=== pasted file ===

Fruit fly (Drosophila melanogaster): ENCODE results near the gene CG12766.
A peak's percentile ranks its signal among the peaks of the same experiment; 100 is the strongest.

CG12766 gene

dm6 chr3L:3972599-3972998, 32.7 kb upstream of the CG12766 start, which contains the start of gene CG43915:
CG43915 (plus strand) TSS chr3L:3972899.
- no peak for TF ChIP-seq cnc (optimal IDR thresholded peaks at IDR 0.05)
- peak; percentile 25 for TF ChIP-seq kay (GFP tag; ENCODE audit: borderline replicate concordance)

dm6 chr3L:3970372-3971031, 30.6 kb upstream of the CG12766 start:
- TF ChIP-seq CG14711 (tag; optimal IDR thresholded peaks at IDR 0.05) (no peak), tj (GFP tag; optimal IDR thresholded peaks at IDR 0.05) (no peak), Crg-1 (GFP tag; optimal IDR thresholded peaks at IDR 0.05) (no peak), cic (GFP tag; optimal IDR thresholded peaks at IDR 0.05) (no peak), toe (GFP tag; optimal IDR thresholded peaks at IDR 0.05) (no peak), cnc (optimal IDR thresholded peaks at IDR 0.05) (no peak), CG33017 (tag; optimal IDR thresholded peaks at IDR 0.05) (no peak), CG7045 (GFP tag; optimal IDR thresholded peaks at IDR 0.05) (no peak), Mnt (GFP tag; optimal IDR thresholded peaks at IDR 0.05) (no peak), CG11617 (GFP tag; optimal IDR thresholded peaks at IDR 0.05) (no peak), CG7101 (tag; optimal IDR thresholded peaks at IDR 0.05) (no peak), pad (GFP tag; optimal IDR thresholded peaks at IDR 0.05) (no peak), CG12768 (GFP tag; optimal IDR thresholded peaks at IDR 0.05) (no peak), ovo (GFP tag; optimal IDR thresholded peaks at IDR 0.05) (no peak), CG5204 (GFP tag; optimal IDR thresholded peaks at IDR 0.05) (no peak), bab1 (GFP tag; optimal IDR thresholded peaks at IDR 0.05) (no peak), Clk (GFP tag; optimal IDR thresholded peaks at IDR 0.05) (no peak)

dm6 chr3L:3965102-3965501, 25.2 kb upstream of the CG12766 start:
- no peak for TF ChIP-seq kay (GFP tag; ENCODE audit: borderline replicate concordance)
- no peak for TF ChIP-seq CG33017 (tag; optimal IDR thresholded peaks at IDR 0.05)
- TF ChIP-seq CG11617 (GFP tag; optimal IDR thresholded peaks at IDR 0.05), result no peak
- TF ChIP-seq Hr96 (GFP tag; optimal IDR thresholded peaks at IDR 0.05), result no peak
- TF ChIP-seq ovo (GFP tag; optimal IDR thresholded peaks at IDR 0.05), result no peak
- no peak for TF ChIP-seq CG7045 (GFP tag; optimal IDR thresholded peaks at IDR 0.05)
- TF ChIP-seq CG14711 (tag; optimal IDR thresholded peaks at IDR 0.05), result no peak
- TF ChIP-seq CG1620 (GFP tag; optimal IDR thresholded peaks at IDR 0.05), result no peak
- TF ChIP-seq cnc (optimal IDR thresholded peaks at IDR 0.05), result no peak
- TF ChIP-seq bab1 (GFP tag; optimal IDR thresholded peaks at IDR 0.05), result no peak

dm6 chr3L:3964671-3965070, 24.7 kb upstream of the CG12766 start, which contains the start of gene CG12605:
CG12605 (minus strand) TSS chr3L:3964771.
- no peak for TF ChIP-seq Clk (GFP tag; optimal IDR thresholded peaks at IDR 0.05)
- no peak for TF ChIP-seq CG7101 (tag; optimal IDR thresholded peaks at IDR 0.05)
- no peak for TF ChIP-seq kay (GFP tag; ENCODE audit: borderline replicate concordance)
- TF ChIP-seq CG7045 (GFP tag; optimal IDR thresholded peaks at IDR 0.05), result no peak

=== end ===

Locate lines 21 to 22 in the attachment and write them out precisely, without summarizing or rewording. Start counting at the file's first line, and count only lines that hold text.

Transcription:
dm6 chr3L:3964671-3965070, 24.7 kb upstream of the CG12766 start, which contains the start of gene CG12605:
CG12605 (minus strand) TSS chr3L:3964771.